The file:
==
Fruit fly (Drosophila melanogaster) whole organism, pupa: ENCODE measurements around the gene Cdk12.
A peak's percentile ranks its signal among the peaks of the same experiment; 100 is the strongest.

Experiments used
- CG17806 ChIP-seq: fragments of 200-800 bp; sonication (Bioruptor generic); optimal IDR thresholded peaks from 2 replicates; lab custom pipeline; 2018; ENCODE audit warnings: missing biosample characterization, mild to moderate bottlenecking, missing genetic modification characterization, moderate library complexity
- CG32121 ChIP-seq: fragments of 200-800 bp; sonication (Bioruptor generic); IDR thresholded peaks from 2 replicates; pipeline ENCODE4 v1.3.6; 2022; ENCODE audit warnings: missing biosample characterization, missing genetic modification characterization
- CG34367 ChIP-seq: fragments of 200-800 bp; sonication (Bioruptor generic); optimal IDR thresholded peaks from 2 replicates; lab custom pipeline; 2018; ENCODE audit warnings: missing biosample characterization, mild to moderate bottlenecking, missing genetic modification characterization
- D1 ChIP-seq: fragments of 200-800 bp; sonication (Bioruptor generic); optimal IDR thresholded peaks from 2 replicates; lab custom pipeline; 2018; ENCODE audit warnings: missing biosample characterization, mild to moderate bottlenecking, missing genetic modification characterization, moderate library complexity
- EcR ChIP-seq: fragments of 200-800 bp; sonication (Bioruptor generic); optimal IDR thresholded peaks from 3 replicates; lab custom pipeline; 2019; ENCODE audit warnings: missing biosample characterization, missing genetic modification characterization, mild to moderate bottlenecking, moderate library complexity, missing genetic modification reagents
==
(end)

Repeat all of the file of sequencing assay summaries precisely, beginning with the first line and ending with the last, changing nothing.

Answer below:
Fruit fly (Drosophila melanogaster) whole organism, pupa: ENCODE measurements around the gene Cdk12.
A peak's percentile ranks its signal among the peaks of the same experiment; 100 is the strongest.

Experiments used
- CG17806 ChIP-seq: fragments of 200-800 bp; sonication (Bioruptor generic); optimal IDR thresholded peaks from 2 replicates; lab custom pipeline; 2018; ENCODE audit warnings: missing biosample characterization, mild to moderate bottlenecking, missing genetic modification characterization, moderate library complexity
- CG32121 ChIP-seq: fragments of 200-800 bp; sonication (Bioruptor generic); IDR thresholded peaks from 2 replicates; pipeline ENCODE4 v1.3.6; 2022; ENCODE audit warnings: missing biosample characterization, missing genetic modification characterization
- CG34367 ChIP-seq: fragments of 200-800 bp; sonication (Bioruptor generic); optimal IDR thresholded peaks from 2 replicates; lab custom pipeline; 2018; ENCODE audit warnings: missing biosample characterization, mild to moderate bottlenecking, missing genetic modification characterization
- D1 ChIP-seq: fragments of 200-800 bp; sonication (Bioruptor generic); optimal IDR thresholded peaks from 2 replicates; lab custom pipeline; 2018; ENCODE audit warnings: missing biosample characterization, mild to moderate bottlenecking, missing genetic modification characterization, moderate library complexity
- EcR ChIP-seq: fragments of 200-800 bp; sonication (Bioruptor generic); optimal IDR thresholded peaks from 3 replicates; lab custom pipeline; 2019; ENCODE audit warnings: missing biosample characterization, missing genetic modification characterization, mild to moderate bottlenecking, moderate library complexity, missing genetic modification reagents